Posted by Christa Bartlett
Usually, when Jay and I look at a map of the world, we are contemplating where we would next like to visit. God has created so much incredible beauty on this planet, and we’ve only experienced a fraction of it – so the idea of “staying put” in one place is not very appealing! We are seeing a lot more maps of the world lately – coloured in with the varying shades of Covid-19 infiltration. The entire globe is experiencing the effects of this pandemic, and the global body of Christ is crying out to God for mercy on behalf of our neighbors, families, and countries.
One of the songs that has returned to us in all this is a simple, old-fashioned chorus, from Proverbs 18:10, “The name of the Lord is a strong tower. The righteous run into it, and are safe.” There are a few different versions of it, but in case you need a new hand-washing song, here’s a link to a nice rousing English version:
Years ago, Jay and I learned the Bulgarian version of this song during one of the short-term mission trips we took to Kazanlak, Bulgaria, in the beautiful Valley of Roses. After we attempted to read the Cyrillic language, our translator, Encho, wrote out the words phonetically for us, so we think of it as “Imetoh Gospodneh.” It was the only song we managed to learn, and so we sang it over and over as we walked through the muddy Roma (gypsy) village with a dozen kids from the heartbreaking, nearby orphanage. We learned that you can show God’s love by playing soccer, braiding hair, cleaning toilets, and providing a weekly morsel of meat (like a fish with its head still attached!). We definitely learned not to take things for granted, and to be thankful in all circumstances!
On Sunday, in the only evangelical church in Kazanlak, we experienced the Holy Spirit in an entirely new way, singing “Amazing Grace” with our brothers and sisters, each in our own languages. Just imagine the joy it brings our Father to hear all the languages on earth raised to Him in praise and petition! The more siblings we meet, and the more cultures we experience, the more we see the likeness of our Father in each face, and the more of Jesus’ compassion we will share for them.
The photo at the top shows a tower we visited, the Shipka Pass monument where Bulgaria and Russia won several battles against the Ottoman Empire. The climb up the hillside was long and tiring; we had to stop to catch our breath a few times, and there were portions of the path where we could only see a few stone steps in front of us. But once we came to the clearing at the top, and then finally gazed out in all directions from behind the parapet wall, the view of the rolling mountains and valleys around us was breathtaking in an entirely different way! The tower wasn’t just a monument of safety, but a place to marvel at God’s magnificence, a beacon for miles around that drew people toward it and offered a glorious perspective of the salvation it had provided centuries ago.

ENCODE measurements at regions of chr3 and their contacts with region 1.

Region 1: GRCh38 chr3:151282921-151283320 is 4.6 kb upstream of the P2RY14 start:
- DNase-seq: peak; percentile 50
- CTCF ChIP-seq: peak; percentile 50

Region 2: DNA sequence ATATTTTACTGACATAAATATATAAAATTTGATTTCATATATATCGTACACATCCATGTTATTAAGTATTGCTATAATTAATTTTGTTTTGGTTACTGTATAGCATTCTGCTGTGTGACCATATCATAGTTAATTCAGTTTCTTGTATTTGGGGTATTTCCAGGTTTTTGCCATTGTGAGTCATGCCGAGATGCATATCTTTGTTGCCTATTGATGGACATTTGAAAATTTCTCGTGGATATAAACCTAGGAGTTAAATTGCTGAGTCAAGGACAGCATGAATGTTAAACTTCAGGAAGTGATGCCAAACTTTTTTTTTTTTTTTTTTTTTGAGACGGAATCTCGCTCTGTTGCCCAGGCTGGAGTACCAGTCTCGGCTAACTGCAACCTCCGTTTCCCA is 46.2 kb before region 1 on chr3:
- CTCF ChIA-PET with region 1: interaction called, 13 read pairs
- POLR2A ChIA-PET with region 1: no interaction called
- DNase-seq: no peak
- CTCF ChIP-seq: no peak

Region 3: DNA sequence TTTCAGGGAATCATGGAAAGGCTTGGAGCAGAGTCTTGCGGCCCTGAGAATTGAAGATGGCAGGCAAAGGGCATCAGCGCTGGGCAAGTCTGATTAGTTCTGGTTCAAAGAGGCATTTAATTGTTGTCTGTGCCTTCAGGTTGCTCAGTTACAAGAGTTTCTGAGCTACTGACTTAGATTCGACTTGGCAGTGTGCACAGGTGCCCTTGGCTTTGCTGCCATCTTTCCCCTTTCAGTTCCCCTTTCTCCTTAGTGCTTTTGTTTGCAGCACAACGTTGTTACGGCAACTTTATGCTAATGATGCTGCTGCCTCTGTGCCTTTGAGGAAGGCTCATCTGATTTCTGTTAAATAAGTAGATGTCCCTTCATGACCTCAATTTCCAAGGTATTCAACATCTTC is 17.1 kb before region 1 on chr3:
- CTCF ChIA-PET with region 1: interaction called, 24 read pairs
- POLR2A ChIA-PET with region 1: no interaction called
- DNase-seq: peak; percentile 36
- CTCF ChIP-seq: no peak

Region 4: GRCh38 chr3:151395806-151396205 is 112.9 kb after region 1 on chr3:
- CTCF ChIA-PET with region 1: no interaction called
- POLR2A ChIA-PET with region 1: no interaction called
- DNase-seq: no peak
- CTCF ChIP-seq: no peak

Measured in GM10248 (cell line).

As we consider the darkness of Good Friday, and the disciples who could barely see the next step in front of them, we have the benefit of knowing what glorious sight awaited them on Easter Sunday. When our own path is obscured, we can know that God’s grace and faithfulness await us, with a breathtaking perspective we will enjoy when we make it to the top. He is our Strong Tower!
Discussion & Application: Who are the “righteous” in this verse? Must we be righteous before we run to Him? How do we become and stay that way? How does He keep us safe? How do we reconcile this with tragedies that befall faithful, righteous believers every day? Where else have I placed my trust, and where else have I run in times of need? What perspective have I gained? How do we keep God as our Strong Tower while also sharing His love and compassion with those who need Him, here and around the world?
Prayer Prompt: Father, You are my refuge, my fortress. Thank you for your saving grace, and a perspective that lifts my eyes from myself. Help me to trust in Your strength and not my own. Show me how to love people better, to draw them to Your strong tower in the midst of the storm. Blessed be Your name, Jesus.
Bonus: We really miss our BC3 worship teams! Jay and I love the guitars & drums of this “Strong Tower” song, by Kutless: http://tinyurl.com/wvzjzzm